YSP works in partnership with five USC community schools to engage more than 1,400 elementary school students, 45 LAUSD teachers, and five principals through a broad repertoire of science curriculum. YSP teaching assistants are placed at each school, offering hands-on science labs. YSP brings scientific laboratory experiences directly to students and their teachers with the goal of supplementing current science instruction, complementing LAUSD and state grade level science learning standards, strengthening science literacy, and promoting interest in scientific careers.
WonderKids is an after-school curriculum that functions as a yearlong “career day” in the sciences for 1-3rd grade students. Students are introduced to at least four different occupations in the STEM fields.
I’m also the STEM coordinator for NAI. I teach marine biology during the summer and I am currently working on developing a wearable technology unit. NAI is a seven-year, pre-college enrichment program designed to prepare low-income neighborhood students for admission to a college or university. Those who complete the program, meet USC’s admission requirements, and choose to attend USC are rewarded with a full 4.5-year financial package, minus loans. NAI offers enhanced classes at USC on weekday mornings, the Saturday Academy, after-school tutoring, remedial and enrichment sessions, workshops on time management and study skills, PSAT and SAT1 preparation, STEM classes, cultural field trips, and recreational activities.
How did you first become interested in science?
My dad, Dr. W. Martin Kast, is a professor at the Keck School of Medicine of USC, and it is because of him that I grew up learning about his Human Papillomavirus and cervical cancer research. I was definitely inspired to be in STEM because of my dad. He was very happy when I applied to USC as a freshman biology major and did the progressive masters program in marine biology. I found my passion for science education during my time at USC by teaching in the local schools. Both my parents have been amazingly supportive of my STEM work with students. It’s because of my family’s (Martin, Sylvia, Hinde, and Harold Kast) support and it’s because of all of the other STEM education mentors I’ve had throughout the years that I’ve been able to become this successful.
Do you have other STEM-related projects or goals that you’re pursuing?
Besides my STEM jobs, I also participated in the National Oceanic and Atmospheric Administration Teacher at Sea program last summer (2015) to combine my love of hands-on research experience so that I can translate it into lesson plans. I will be continuing this type of experience in the North Pole next summer (2016) in PolarTREC (Teachers and Researchers Exploring and Collaborating). I will be working in the Arctic at the Toolik Research Station, located north of the Arctic Circle in Alaska. Our research will focus on microbial ecology of the Arctic Tundra. As a PolarTREC teacher, I’ll also create lessons to transfer scientific data, methodologies, and technology into my classroom. I’m excited about this opportunity because it is important for my students. Not only do they need to know about the cutting-edge science but also about important issues and how what happens in the polar regions impacts them.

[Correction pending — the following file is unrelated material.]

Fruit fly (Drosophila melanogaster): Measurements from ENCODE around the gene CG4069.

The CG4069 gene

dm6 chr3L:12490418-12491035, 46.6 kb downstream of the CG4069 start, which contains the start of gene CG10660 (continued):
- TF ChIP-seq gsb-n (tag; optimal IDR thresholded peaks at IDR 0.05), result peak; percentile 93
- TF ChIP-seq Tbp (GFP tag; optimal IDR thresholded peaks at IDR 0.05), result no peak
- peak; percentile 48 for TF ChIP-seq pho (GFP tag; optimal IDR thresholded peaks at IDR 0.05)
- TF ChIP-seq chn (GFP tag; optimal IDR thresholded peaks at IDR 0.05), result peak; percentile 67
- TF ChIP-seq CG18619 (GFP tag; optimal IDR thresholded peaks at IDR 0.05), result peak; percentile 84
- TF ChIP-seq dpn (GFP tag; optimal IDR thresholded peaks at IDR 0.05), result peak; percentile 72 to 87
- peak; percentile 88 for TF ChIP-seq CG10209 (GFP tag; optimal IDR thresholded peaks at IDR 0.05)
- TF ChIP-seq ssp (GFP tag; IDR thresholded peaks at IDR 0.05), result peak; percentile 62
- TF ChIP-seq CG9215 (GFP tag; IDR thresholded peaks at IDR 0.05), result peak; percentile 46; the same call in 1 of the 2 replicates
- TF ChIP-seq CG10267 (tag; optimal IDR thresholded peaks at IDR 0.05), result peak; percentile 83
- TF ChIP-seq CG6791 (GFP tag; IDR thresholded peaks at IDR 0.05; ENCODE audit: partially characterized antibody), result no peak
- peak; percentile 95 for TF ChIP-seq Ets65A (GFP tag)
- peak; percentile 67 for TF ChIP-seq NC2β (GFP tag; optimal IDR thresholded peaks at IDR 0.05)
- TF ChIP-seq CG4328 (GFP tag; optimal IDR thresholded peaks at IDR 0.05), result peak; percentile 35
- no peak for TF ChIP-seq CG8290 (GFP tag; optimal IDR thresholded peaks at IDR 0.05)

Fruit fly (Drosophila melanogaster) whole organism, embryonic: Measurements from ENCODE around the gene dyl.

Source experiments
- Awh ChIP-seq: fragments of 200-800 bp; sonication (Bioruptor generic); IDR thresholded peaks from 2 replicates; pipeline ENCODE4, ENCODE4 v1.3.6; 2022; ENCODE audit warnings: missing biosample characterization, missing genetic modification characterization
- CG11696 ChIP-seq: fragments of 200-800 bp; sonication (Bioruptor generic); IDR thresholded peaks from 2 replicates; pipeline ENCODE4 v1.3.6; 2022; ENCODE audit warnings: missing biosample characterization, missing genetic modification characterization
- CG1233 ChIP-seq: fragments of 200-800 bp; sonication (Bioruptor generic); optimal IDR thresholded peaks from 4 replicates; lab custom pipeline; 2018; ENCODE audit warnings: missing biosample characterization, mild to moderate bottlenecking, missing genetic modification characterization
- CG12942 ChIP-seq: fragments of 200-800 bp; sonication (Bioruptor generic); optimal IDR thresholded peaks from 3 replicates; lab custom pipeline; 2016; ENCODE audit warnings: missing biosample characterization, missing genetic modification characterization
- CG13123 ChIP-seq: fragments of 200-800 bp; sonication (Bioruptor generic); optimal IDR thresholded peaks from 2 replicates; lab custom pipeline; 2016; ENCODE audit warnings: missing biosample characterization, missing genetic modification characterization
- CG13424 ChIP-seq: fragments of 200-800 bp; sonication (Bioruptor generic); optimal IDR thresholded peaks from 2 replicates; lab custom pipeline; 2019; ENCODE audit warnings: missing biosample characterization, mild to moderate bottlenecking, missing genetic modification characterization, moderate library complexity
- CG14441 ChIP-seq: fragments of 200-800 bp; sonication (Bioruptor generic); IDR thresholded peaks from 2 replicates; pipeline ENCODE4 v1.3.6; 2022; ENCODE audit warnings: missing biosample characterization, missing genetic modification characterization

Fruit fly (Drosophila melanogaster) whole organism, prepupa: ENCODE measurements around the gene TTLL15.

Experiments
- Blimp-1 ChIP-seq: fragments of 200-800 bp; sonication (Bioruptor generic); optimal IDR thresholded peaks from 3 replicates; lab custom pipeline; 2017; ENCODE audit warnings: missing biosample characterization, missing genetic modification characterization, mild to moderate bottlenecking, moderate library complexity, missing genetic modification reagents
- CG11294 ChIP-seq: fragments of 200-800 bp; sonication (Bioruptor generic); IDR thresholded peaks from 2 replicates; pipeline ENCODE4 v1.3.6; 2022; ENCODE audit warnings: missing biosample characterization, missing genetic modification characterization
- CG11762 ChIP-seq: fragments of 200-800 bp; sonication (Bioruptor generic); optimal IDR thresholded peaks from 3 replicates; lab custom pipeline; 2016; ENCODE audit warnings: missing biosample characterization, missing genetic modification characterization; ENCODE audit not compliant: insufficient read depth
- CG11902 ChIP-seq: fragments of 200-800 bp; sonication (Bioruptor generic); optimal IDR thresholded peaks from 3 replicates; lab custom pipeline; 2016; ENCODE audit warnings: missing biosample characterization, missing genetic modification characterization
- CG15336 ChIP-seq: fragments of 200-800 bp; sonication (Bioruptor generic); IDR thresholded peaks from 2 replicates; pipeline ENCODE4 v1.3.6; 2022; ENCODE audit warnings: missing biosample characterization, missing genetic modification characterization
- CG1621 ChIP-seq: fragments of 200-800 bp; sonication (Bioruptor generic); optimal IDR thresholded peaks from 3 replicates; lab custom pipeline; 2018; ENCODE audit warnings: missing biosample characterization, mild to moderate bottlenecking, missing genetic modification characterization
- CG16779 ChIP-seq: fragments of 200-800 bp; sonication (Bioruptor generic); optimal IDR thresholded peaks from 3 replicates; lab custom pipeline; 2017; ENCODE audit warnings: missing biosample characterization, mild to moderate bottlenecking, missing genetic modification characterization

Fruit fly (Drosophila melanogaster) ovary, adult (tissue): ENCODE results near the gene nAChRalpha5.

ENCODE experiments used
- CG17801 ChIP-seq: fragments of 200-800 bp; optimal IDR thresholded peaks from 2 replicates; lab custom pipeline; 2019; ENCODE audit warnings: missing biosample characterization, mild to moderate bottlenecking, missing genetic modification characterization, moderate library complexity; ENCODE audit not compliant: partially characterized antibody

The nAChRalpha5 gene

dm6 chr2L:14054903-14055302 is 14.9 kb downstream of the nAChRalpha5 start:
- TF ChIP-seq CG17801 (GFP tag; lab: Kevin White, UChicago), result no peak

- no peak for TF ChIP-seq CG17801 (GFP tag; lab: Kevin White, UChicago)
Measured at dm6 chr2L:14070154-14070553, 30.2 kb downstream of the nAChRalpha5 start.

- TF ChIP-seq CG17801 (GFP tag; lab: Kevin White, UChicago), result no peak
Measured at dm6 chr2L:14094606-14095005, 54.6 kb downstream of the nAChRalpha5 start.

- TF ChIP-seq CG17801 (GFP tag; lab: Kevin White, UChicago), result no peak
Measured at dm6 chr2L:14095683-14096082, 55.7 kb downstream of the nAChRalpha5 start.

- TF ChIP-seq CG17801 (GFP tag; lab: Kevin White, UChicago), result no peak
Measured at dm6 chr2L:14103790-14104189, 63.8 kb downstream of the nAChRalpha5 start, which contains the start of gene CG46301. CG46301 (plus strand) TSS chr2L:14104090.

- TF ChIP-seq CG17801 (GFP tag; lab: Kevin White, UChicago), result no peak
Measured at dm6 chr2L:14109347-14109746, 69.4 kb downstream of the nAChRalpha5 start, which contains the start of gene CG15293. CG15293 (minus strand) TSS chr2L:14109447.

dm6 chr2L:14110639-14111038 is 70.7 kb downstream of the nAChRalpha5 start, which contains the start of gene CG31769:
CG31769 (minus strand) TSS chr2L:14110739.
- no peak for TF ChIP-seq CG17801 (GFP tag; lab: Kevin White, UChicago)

What is your advice to young people interested in science and math?
Be your authentic self and follow your passions. Get experience in what you love — there are lots of ways to combine multiple loves, especially in science. Try to get experiences in all sorts of fields. Once you find that STEM field, find those mentors. Find people who are doing what you like — reach out.
I think students recognize the impact a passionate and dedicated STEM educator mentor can have on the next generation of scientists, especially for students who are normally underrepresented in STEM fields. I want to inspire all my students to do field work and be on the front lines of research collection, while I give them up-to-date and current data and research from scientists all across the world. In my STEM students, I see budding passions and appreciations for science and technology. Not everyone will become a scientist, but science comprehension and interpretation can be applied in a wide variety of fields.